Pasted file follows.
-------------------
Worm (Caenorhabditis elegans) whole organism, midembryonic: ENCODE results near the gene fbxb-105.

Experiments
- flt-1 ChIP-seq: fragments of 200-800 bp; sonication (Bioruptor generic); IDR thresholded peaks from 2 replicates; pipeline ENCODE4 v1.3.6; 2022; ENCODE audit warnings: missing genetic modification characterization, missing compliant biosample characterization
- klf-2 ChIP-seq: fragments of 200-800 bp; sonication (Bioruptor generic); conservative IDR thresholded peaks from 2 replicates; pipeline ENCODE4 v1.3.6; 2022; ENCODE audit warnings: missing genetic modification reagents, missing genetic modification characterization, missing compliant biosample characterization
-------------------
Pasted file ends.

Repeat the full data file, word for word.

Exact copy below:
Worm (Caenorhabditis elegans) whole organism, midembryonic: ENCODE results near the gene fbxb-105.

Experiments
- flt-1 ChIP-seq: fragments of 200-800 bp; sonication (Bioruptor generic); IDR thresholded peaks from 2 replicates; pipeline ENCODE4 v1.3.6; 2022; ENCODE audit warnings: missing genetic modification characterization, missing compliant biosample characterization
- klf-2 ChIP-seq: fragments of 200-800 bp; sonication (Bioruptor generic); conservative IDR thresholded peaks from 2 replicates; pipeline ENCODE4 v1.3.6; 2022; ENCODE audit warnings: missing genetic modification reagents, missing genetic modification characterization, missing compliant biosample characterization